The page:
The Inn at the Black Olive, a 12-suite boutique hotel in Fells Point known for eco-friendly amenities, will be offered for sale at a foreclosure auction Thursday.
An auction by Alex Cooper Auctioneers Inc. is slated for 9 a.m. at the South Caroline Street site of the two-year-old inn, which touts features such as organic bedding and towels, harbor-view balconies and spa bathrooms with aqua-therapy tubs.
The inn is owned by the Spiliadis family, which operates the Black Olive Restaurant on Bond Street, also in Fells Point. Owner Stelios Spiliadis, contacted at the inn Monday, said he had no comment on the planned sale.
Court records show First Mariner Bank foreclosed on the hotel's developers, the Black Olive Development Co. LLC, in January, listing mortgage debt of $5.4 million. The developers also received a small loan from the state's Department of Housing and Community Development, part of a state program to assist small businesses and revitalize communities.
The hotel's value is assessed at $3.3 million for property taxation, according to state records.
The development team, Spiliadis and his wife, Pauline, and their son, Dimitris, were chosen through a competitive bidding process in 1999 by the city, which had owned the former gas station property across Caroline Street from what is now the Harbor Point development site.
The luxury hotel, which has a rooftop restaurant and gourmet market, opened in 2010, a decade after owners launched development plans. It features geothermal heating, sustainable wood furnishings and a green roof.
A suite for two for Saturday night was listed on its website for between $319 and $369.
As they were preparing to open the inn, owners told The Baltimore Sun in 2009 that they had set out to make the project a showplace for cutting-edge ideas in "green" architecture and hoped it would serve as a model for environmentally responsible buildings in the area.
"We don't want to be an island of green," Dimitris Spiliadis said. "We want to be a sea of green."
In January, the hotel was ranked third in the United States in the small-hotel category in TripAdvisor's 2013 Travelers' Choice Awards, based on feedback from travelers.
Despite such accolades, the recession and slow recovery have made it difficult for tourist-dependent businesses, said Richard Clinch, director of economic research at the University of Baltimore's Jacob France Institute.
And Baltimore hotels have an added challenge: more competition.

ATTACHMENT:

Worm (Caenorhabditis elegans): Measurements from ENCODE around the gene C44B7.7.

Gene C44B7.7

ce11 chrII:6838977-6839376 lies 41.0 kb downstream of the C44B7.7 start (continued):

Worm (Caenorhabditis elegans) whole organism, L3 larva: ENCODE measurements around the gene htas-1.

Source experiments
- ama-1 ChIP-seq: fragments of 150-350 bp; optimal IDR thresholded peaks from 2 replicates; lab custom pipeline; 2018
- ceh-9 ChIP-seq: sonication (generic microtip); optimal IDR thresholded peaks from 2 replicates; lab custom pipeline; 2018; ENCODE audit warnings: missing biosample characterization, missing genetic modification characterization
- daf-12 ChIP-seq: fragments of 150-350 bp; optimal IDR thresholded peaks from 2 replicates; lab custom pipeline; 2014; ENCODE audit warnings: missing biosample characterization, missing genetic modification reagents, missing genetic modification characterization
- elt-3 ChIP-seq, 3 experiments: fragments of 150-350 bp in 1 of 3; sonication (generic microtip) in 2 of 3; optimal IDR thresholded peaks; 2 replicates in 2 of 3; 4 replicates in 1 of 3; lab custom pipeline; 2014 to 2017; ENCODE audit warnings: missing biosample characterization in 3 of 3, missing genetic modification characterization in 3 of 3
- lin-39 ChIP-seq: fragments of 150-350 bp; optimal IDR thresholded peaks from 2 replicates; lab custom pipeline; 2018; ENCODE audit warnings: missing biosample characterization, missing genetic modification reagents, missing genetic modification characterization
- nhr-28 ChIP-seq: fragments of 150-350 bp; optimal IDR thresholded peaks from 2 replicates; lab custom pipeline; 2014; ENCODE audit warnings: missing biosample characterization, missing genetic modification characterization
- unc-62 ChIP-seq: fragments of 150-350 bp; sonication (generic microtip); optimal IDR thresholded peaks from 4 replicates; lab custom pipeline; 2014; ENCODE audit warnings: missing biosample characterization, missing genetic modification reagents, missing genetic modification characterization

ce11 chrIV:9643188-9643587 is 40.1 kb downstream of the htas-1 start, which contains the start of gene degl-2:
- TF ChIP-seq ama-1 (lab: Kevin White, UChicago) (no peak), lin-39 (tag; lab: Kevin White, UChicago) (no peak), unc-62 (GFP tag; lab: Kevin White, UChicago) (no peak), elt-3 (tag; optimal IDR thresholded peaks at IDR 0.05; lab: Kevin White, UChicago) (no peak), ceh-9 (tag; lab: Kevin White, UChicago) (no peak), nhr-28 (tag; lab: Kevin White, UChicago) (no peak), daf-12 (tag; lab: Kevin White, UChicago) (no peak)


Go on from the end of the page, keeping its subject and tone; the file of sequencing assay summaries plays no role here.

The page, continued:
"Baltimore's putting a lot of hotel rooms in," Clinch said. "So it doesn't surprise me at all that there's some kind of a shakeout."
According to the 2012 State of Downtown Report, to be released Thursday by the Downtown Partnership of Baltimore, the area in and around downtown has added more than 970 hotel rooms in the last four years, including the 256-room, upscale Four Seasons Hotel Baltimore, which opened in 2011 in Harbor East. As of January 2012, the one-mile area around Light and Pratt streets had about 8,000 hotel rooms.
And prior to that, Baltimore saw a big influx of rooms in 2008, when its biggest hotel — the city-owned, 757-room Hilton Baltimore hotel — opened with a goal of boosting business at the Convention Center.
The Downtown Partnership's report shows 322 hotel rooms are under construction, with 1,325 planned to open through 2020.
As of January, occupancy rates over the past year have averaged 63 percent, compared with 62.8 percent for the year that ended January 2012, according to Smith Travel Research.
Downtown hotels had stronger occupancy levels, average daily room rates and revenue per room last year than the year before last and generally have outperformed other hotels within the region, according to the Downtown Partnership.
Some of the hotel competition is specifically high-end. The Four Seasons, for instance, appeals to the same well-heeled travelers as the Inn at the Black Olive.
Rod Petrik, a managing director at Stifel Nicolaus in Baltimore, who follows lodging, said small, high-end hotels in the city might find it tough to compete until occupancy becomes strong for the Four Seasons.
"Right now, Baltimore, downtown, has probably a few too many rooms," Petrik said. "Until you have the utilization rate of the convention center pick up, and that's always the issue. When you expand the convention center, you have to have rooms before you get that utilization rate up. But whenever there is not a group or convention in, the Hilton has been aggressive at discounting rooms."
For boutique hotels, "unless you have a strong name and a following, I think you're going to be impacted by the overall market," Petrik said. "It's tough to get the recognition and the traction when you're a 12-room hotel. You're really catering to a small niche."
Clinch, who wrote an economic impact study for the Four Seasons, said location may also be playing a role in the Black Olive's difficulties.
"Fells Point … doesn't have the same cachet that it used to have, given that the action is now moving toward Harbor East," he said.
Baltimore Sun reporter Jamie Smith Hopkins contributed to this article.